1. Consider using graphs and tables to make it easy. The simplified format of the new disclosure will not present a comprehensive picture. Where the actual story is more nuanced and complex, it might help to use graphics and tables that illustrate the full picture—without requiring the reader to comb through dense prose. In this vein, the regulation gives registrants flexibility to supplement the required tables, subject to the caveat that supplemental disclosures not be presented with greater prominence than the required disclosure. But registrants should tread carefully, particularly in the first year, to ensure that the new disclosures are not given more significance than is warranted under the circumstances.

  2. Plan ahead, and work with consultants and accountants. Registrants (and compensation committees) should consider the new disclosures in designing and approving new compensation arrangements.  It will be important to review pro forma valuation calculations and model out compensation trends that might deviate from the TSR and net income metrics. Registrants (and compensation committees) will want to identify at least one other financial metric that aligns compensation with positive company performance for use in the company-selected measure. All this will take time and consultation with outside compensation consultants, accountants and counsel; and it is important to have a designated team leader overseeing the process to ensure integrated and accurate disclosures.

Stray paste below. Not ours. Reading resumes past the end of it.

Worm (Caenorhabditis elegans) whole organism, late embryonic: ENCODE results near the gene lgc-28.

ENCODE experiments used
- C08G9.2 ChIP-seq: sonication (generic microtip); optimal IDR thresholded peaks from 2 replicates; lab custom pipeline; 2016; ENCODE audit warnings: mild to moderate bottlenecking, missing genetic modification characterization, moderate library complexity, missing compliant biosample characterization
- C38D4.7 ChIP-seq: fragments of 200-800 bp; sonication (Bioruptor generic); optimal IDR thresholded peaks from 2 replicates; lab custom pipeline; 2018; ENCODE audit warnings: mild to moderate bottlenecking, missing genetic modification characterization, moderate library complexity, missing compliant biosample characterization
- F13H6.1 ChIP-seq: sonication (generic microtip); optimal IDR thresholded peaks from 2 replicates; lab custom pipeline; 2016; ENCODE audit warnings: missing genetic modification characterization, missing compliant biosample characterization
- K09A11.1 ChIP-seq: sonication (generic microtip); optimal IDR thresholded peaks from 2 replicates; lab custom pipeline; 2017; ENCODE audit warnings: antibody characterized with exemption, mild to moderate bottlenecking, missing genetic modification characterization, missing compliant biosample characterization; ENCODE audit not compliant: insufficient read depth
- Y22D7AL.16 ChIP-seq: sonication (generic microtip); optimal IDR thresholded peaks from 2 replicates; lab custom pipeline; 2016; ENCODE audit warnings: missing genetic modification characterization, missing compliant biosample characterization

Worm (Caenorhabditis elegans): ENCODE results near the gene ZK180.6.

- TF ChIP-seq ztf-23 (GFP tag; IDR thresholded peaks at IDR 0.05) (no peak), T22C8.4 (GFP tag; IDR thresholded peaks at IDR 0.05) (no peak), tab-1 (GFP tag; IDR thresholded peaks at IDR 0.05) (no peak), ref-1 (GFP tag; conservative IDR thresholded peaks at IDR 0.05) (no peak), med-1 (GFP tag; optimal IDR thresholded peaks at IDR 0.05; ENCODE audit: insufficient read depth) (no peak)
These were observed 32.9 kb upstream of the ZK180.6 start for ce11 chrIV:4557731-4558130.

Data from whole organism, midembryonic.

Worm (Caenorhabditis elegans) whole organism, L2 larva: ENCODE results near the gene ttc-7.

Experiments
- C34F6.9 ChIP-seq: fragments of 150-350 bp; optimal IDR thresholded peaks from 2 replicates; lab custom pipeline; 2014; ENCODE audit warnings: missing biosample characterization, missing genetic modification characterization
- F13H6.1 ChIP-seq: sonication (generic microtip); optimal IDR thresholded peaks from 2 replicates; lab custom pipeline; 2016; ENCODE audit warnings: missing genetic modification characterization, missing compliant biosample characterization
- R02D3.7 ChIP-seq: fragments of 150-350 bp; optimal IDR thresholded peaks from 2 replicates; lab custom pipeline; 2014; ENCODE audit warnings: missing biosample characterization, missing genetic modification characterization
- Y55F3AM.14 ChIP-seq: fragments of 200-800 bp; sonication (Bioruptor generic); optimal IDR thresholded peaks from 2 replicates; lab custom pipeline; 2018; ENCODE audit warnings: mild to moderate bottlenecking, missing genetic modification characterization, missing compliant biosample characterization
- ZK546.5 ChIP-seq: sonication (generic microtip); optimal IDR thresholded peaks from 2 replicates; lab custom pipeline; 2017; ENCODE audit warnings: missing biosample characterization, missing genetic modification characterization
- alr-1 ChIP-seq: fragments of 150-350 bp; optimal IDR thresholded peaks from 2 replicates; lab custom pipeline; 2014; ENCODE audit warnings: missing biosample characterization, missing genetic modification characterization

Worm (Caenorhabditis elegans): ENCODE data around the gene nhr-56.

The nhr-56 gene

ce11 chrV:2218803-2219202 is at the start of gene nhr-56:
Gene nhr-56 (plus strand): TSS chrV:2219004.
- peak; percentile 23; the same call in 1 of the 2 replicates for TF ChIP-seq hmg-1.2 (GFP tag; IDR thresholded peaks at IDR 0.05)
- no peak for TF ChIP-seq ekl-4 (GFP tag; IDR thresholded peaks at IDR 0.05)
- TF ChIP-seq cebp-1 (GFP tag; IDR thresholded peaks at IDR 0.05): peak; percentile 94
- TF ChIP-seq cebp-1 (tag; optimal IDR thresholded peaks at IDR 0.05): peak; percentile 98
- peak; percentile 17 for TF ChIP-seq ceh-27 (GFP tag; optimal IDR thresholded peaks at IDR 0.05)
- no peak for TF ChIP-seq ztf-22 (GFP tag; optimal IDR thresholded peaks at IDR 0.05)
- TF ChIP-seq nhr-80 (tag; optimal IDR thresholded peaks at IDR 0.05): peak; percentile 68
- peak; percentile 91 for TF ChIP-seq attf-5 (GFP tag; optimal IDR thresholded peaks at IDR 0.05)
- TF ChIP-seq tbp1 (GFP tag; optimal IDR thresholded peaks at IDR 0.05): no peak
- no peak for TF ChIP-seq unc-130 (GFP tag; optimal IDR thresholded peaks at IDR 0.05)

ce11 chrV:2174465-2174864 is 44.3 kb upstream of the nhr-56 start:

The New Table

The final rule includes the following sample table:

The final rule does not prescribe a format for the tabular list of three to seven performance metrics.


FOOTNOTES

[1] Dodd-Frank also required the SEC to issue other executive compensation rules and those other rules were issued relatively quickly after passage of the law. For example, in 2011 the SEC issued rules implementing the now familiar “say on pay” and “say on pay frequency” shareholder advisory votes.